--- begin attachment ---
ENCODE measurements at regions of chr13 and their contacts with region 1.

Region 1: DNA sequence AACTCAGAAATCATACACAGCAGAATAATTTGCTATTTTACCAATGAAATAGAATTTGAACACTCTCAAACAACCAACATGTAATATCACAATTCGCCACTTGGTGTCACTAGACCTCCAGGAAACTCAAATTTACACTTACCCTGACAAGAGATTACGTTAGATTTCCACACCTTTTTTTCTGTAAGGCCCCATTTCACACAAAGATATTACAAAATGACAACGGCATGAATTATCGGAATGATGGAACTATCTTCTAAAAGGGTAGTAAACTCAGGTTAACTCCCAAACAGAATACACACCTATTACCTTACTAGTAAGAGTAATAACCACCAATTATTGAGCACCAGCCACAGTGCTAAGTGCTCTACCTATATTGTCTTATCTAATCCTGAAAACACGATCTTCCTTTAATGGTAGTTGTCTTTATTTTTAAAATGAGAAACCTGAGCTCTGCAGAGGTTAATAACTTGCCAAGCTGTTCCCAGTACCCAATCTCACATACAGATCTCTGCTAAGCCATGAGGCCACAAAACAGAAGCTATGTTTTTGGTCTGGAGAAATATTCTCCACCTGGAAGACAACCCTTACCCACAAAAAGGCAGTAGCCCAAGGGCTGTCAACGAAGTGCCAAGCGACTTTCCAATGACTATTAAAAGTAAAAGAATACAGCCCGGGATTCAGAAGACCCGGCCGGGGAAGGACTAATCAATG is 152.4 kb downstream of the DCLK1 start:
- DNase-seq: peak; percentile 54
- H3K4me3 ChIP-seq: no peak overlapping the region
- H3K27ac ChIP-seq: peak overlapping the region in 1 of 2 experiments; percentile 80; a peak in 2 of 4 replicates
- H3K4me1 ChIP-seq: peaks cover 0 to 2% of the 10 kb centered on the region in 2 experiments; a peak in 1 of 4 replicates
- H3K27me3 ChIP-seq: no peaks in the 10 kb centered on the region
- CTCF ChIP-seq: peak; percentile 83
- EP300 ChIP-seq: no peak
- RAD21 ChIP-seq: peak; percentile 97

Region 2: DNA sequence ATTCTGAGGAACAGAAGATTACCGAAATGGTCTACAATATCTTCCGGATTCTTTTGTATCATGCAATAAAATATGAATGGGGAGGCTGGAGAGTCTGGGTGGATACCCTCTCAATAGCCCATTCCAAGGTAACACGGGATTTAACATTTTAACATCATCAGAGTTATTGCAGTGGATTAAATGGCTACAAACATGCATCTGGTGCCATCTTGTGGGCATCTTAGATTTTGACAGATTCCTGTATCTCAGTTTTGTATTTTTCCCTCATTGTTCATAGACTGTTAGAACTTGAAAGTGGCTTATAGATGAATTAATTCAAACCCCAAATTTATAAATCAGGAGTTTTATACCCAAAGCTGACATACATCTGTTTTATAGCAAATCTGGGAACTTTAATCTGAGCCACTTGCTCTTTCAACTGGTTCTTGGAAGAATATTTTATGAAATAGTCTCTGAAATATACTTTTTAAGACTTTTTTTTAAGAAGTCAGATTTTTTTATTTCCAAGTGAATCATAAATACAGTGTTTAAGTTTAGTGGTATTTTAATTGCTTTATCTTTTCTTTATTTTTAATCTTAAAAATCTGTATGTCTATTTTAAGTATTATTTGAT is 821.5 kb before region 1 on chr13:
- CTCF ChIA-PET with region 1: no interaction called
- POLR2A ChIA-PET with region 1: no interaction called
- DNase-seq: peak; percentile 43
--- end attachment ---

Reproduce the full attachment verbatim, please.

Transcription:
ENCODE measurements at regions of chr13 and their contacts with region 1.

Region 1: DNA sequence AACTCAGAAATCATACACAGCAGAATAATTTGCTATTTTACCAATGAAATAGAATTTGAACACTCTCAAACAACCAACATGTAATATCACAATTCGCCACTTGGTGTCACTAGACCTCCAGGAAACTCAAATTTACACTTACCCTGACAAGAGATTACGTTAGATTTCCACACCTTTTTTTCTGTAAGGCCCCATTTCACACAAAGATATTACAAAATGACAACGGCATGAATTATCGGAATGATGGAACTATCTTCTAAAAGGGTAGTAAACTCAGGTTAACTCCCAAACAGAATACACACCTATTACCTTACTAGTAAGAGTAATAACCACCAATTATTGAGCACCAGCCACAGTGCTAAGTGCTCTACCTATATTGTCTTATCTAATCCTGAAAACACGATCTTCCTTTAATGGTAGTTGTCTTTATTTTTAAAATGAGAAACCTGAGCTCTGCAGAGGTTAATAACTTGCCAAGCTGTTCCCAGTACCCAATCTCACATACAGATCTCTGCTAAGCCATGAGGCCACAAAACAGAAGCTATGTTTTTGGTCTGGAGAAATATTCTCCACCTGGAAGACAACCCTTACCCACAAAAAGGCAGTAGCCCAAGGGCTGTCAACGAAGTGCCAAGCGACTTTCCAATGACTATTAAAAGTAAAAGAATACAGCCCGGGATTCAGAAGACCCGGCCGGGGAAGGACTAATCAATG is 152.4 kb downstream of the DCLK1 start:
- DNase-seq: peak; percentile 54
- H3K4me3 ChIP-seq: no peak overlapping the region
- H3K27ac ChIP-seq: peak overlapping the region in 1 of 2 experiments; percentile 80; a peak in 2 of 4 replicates
- H3K4me1 ChIP-seq: peaks cover 0 to 2% of the 10 kb centered on the region in 2 experiments; a peak in 1 of 4 replicates
- H3K27me3 ChIP-seq: no peaks in the 10 kb centered on the region
- CTCF ChIP-seq: peak; percentile 83
- EP300 ChIP-seq: no peak
- RAD21 ChIP-seq: peak; percentile 97

Region 2: DNA sequence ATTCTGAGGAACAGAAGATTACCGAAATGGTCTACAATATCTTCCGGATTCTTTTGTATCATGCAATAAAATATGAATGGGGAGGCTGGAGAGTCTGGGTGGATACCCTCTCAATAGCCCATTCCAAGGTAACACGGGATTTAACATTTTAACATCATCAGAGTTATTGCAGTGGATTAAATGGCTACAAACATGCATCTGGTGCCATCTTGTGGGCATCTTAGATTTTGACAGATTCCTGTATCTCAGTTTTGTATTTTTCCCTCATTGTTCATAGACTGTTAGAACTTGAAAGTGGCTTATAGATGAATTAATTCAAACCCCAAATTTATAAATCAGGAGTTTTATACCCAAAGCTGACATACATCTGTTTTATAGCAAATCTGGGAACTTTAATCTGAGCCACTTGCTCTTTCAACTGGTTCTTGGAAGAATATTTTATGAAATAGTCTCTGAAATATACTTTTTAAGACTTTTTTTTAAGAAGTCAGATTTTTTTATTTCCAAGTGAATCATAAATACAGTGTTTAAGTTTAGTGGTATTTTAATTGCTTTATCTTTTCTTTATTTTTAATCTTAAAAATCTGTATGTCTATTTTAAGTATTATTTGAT is 821.5 kb before region 1 on chr13:
- CTCF ChIA-PET with region 1: no interaction called
- POLR2A ChIA-PET with region 1: no interaction called
- DNase-seq: peak; percentile 43